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Magda
BY Magda
2,887 views

The ABCs of Handwriting for Children with Special Needs

Though the use of computers and texting is becoming our mode of communication, handwriting continues to be extremely important in our society.

Most of us take for granted that our children will begin to write in kindergarten, and many do learn to write letters, numbers and even their names with little trouble. But for some kids, writing is a serious struggle. They try their best, yet fall short when putting pencil to paper.

What could be the problem?

Eye-hand coordination

A child’s ability to move the eyes and coordinate hand movement impacts how one learns the alphabet and how this is translated to paper. Skills affected include copying words from the board and paper alignment as well.

Grasp

The way a child holds a pencil provides clues not only on how the hand muscles are developing, but also the shoulder, elbow and wrist musculature. Each developmental grasp is affected by the point of stability in the arm. If a good developmental pattern is followed, then accuracy, precision and speed will emerge.

Grip strength

Grip strength refers to how much pressure a child exerts to hold onto a pencil and the correct pressure exerted to write. It affects a child’s endurance for writing, cutting and manipulative tasks, as well as the ability to button, zip, snap and tie a shoe.

Dexterity

Dexterity is the child’s ability to manipulate small objects, a basic skill that genuinely impacts our everyday lives. The coordination of the small muscles in the hands leads to neatness in handwriting. It plays a role in a child’s ability to accurately space letters and words, stay on the lines, and maintain boundaries on the page.

Arch development

We develop horizontal and vertical arches in our hands, which enable us to accomplish a variety of tasks. If our hands were flat, we could not pick up small items from the table, type, hold a cup, tie our shoes or use a knife and fork properly.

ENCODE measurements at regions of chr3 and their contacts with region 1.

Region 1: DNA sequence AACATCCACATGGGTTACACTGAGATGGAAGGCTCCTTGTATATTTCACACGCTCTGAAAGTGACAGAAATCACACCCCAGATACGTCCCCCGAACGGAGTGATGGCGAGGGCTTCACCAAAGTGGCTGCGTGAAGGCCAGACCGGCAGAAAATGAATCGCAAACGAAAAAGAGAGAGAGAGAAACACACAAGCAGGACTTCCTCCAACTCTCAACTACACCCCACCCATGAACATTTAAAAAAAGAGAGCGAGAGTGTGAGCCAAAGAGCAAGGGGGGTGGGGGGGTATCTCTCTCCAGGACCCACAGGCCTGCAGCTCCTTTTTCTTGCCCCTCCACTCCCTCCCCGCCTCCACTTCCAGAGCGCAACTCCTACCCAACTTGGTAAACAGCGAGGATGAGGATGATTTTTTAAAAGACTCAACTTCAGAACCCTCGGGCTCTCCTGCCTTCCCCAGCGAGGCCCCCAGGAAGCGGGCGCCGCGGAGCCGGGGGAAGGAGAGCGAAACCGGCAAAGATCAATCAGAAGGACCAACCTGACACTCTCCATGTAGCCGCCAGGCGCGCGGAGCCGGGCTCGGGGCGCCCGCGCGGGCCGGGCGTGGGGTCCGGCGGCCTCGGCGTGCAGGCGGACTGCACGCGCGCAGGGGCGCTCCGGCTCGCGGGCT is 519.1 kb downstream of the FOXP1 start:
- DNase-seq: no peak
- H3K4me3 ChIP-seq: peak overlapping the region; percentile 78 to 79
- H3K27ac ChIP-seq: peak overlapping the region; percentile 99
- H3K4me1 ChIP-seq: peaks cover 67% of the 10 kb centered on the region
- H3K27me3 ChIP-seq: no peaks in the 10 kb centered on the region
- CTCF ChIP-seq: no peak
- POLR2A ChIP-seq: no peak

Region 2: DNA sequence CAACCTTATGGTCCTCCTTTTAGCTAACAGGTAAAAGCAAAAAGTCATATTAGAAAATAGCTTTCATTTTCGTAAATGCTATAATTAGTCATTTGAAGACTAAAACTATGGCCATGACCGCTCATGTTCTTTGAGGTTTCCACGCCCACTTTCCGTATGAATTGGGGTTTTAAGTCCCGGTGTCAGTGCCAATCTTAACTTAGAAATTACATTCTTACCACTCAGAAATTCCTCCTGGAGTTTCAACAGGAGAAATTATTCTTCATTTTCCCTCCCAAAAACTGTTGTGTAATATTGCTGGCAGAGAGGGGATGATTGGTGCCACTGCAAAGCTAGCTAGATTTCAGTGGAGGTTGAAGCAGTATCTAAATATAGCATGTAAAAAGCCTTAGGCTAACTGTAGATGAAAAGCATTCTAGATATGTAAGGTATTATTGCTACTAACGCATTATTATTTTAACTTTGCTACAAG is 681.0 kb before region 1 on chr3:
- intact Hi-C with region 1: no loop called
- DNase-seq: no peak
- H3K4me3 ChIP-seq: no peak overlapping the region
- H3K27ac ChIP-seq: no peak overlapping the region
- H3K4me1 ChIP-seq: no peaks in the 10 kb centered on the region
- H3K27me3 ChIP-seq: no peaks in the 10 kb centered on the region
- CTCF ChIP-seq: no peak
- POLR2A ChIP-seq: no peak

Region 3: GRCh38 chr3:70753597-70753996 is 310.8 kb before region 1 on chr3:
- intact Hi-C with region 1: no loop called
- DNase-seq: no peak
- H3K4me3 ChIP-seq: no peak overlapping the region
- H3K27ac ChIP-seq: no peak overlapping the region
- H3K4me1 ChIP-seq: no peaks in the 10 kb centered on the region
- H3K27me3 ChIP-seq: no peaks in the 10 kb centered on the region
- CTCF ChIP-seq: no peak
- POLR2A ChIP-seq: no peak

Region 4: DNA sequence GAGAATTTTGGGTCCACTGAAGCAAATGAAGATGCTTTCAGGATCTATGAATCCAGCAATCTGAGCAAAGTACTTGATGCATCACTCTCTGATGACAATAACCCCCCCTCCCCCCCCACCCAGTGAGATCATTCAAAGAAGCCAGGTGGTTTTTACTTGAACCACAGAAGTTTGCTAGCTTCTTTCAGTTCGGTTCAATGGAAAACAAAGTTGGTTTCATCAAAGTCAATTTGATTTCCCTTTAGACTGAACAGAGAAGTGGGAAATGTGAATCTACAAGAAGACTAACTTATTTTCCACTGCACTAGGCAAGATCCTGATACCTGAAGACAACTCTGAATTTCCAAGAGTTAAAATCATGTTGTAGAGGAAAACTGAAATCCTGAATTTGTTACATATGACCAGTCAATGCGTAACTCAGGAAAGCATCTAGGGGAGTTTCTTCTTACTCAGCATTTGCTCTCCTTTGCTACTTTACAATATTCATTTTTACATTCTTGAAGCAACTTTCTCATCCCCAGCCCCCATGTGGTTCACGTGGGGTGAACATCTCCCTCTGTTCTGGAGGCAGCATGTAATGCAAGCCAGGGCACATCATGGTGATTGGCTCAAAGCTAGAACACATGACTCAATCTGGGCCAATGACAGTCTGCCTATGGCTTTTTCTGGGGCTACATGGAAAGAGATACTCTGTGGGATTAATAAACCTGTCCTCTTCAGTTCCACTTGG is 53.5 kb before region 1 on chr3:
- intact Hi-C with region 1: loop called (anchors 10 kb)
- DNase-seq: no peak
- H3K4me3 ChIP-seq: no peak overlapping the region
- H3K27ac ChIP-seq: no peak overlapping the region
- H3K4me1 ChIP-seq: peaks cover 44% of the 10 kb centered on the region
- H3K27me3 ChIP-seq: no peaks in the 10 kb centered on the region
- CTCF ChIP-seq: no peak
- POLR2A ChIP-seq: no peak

Visual perceptual skills

Visual perceptual skills include visual discrimination, visual memory, visual closure, visual figure-ground, visual-spatial and visual form constancy.  These areas give children the ability to write letters, to shape the letters, and to distinguish between similar letters, such as “b” and “p.”

If your child is having trouble with handwriting, ask your occupational therapist for help. Alternatively you can check out the Krayon Kids Handwriting Camp, which utilizes the proven Handwriting Without Tears® curriculum. The program focuses on developing skills such as pre-writing strokes and shapes with an introduction to letters and numbers in order to prepare children’s little fingers for kindergarten handwriting.

Magda

Written on April 13, 2011 by:

Magda Girao is the assistant director of occupational therapy at the Kaufman Children’s Center for Speech, Language, Sensory-Motor & Social Connections, Inc. in West Bloomfield. She has over 17 years of pediatric experience, and is trained in craniosacral therapy, oral-motor therapy, Handwriting Without Tears®, Therapeutic Listening®, and many other types of therapy. She has worked in schools, clinics, hospitals, community, and home settings, with children from early intervention through high school. Magda’s goal is to create new possibilities for children to excel, and to empower parents to enhance the abilities of their children.